Living marine resources Anglo Icelandic Cod Wars as an analogy

Michael H. Glantz

Environmental and Societal Impacts Group National Center for Atmospheric Research Boulder, CO 80307, USA

In Iceland "fishing is politics." Iceland's economy has been largely dependent on fishing activities for economic development and employment as well as for the generation of foreign exchange. Therefore, any decision related to its fisheries generates high levels of interest in Iceland's political circles.

On four occasions since World War II, Iceland unilaterally extended its fishing jurisdiction. These extensions put Iceland in direct conflict with other nations with fleets fishing within these limits, principally those of Great Britain and West Germany (Fig. 12.1). While West Germany opposed these extensions, it took a less militant stand than the British and eventually acquiesced to Icelandic demands. Great Britain, however, opposed any precedent-setting extensions of coastal jurisdictions, especially those that might infringe on its activities on the designated high seas. The ensuing conflicts between Iceland and Great Britain are popularly referred to as the "Cod Wars."

Since the first Anglo-Icelandic conflict over cod in the early 1950s, the share of Iceland's foreign exchange generated by its fisheries declined from a high of about 90 percent in the early 1950s to about 80 percent at the end of the last Cod War in the mid-1970s. This still represented a sizable national dependence on the exploitation of one variable natural resource. Iceland was (and still is) the nation that is most dependent on the exploitation of fish populations, outdistancing its closest competitors by a wide margin (Fig. 12.2). Needless to say, great dangers are associated with dependence on one resource for export (i.e., export-led development; see, for example, Roemer, 1970). Disruption in the form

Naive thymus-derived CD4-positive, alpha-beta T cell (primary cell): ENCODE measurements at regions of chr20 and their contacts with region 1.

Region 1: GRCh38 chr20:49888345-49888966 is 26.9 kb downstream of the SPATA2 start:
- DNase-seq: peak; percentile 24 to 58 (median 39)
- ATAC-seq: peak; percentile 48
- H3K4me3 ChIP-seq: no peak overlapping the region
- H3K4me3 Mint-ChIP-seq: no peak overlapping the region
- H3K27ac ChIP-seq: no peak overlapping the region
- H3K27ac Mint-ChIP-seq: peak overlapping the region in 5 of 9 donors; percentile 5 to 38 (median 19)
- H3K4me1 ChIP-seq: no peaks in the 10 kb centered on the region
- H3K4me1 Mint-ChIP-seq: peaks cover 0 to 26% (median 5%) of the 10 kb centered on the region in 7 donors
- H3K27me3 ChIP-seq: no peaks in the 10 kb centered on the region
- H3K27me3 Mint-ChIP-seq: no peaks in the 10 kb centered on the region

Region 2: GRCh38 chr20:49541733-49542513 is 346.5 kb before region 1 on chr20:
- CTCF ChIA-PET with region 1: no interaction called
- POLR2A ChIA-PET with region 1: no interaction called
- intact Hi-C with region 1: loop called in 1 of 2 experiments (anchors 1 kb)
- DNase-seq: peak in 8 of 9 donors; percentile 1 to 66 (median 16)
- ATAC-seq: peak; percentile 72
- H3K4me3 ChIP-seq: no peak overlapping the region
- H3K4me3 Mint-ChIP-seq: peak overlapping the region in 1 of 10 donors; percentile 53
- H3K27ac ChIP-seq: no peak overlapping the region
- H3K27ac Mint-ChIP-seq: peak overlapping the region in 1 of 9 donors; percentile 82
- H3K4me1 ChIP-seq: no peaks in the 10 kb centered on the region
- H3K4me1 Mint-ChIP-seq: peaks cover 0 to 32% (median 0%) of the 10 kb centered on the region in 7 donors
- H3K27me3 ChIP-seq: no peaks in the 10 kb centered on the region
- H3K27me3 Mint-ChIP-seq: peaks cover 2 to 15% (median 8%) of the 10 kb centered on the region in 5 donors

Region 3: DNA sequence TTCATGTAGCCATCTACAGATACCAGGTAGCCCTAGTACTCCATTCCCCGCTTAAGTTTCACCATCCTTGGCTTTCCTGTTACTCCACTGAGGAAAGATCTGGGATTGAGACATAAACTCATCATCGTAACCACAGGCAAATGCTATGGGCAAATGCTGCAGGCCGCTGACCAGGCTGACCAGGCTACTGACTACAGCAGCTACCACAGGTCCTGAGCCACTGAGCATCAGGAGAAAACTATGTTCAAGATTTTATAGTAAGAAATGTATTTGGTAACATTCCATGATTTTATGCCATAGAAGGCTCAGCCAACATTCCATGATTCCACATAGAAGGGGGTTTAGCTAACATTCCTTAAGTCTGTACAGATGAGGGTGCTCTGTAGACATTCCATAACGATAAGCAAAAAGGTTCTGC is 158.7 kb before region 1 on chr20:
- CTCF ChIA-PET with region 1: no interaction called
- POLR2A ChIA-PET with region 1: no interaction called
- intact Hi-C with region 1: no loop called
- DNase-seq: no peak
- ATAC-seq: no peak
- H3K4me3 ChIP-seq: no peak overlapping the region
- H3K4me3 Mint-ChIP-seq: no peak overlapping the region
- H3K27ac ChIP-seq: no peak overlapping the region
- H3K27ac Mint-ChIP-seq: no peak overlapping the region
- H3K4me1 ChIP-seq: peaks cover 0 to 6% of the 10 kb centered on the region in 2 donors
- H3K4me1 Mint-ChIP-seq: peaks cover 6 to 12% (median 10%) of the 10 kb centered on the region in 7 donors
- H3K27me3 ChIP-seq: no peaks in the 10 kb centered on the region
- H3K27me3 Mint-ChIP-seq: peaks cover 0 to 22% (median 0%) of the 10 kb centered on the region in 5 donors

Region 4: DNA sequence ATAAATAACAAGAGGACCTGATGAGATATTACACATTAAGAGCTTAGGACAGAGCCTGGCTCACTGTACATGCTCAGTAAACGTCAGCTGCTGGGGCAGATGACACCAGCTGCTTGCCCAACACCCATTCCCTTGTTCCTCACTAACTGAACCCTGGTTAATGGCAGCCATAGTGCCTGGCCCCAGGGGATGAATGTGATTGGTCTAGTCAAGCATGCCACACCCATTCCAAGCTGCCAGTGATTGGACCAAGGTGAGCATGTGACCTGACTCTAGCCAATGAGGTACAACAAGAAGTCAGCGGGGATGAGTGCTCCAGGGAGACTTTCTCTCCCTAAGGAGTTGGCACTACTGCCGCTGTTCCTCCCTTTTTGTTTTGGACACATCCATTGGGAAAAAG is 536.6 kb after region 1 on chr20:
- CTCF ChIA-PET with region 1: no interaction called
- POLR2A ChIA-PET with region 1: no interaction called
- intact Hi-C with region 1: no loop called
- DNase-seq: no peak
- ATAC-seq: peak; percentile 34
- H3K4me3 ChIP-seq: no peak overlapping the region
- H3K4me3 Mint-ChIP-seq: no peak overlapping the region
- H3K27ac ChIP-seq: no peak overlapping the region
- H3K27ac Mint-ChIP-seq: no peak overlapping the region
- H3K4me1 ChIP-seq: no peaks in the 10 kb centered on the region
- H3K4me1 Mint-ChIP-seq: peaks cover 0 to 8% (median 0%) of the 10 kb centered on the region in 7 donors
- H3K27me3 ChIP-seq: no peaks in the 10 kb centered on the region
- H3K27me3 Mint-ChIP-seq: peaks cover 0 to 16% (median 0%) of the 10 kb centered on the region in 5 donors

NORWEGIAN SEA

JAN MAYEN

FAEROE I.

GREENLAND SEA

Humberside

SHETLAND I>> ORKNEY I.

Keflavik

NORWEGIAN SEA

BERMANY

NORWAY \ denmark netherlands^

belgiurI ri

Hull france

GREENLAND SEA

Humberside

SHETLAND I>> ORKNEY I.

JAN MAYEN

FAEROE I.

HEBRIDES Glasgow Fleetwood iceland liverp00|

Aberdeen^?''Srimtby fa ireland

Keflavik

Fig. 12.1 Map of study area.

The chart clearly shows that no nation comes anywhere near Iceland in their dependence on fish and fish products for their economic existence. Fish and fish products make up less than 1% of the total export of Great Britain and West Germany, less than 2% of such great fishing nations as Canada and Japan, only 10.6% of Norway's export, but over 80% of Iceland's export is fish and fish products.

Fig. 12.2 National dependence on fish and fish products, as of 1969. (From Jonsson, 1972.)

of variability or change in any aspect of the production-marketing system (from spawning to capture to processing to pricing in the marketplace) would have adverse effects on Icelandic society.

The first section of this chapter discusses the analogy between the Anglo-Icelandic Cod Wars and the possible societal responses t?

ICELAND 81.9%

cf

NORWAY 10.6%

e

CANADA 1.9%

ff

JAPAN 1.8%

0.2%

VJ 0.2%

to changes in the marine environment that might be associated with a global warming of the atmosphere. The second section discusses the history of the Anglo-Icelandic conflicts over unilateral extensions by Iceland of its fishing jurisdiction. A summary of key issues that appear in each of these conflicts is presented in the third section. The fourth section provides lessons to societies on factors that can affect the effectiveness of future responses to changes in the availability or abundance of living marine resources. The concluding section provides comments on the limitations as well as strengths of using the "forecasting by analogy" approach to gain a glimpse of possible future societal responses to global warming impacts on the marine environment.

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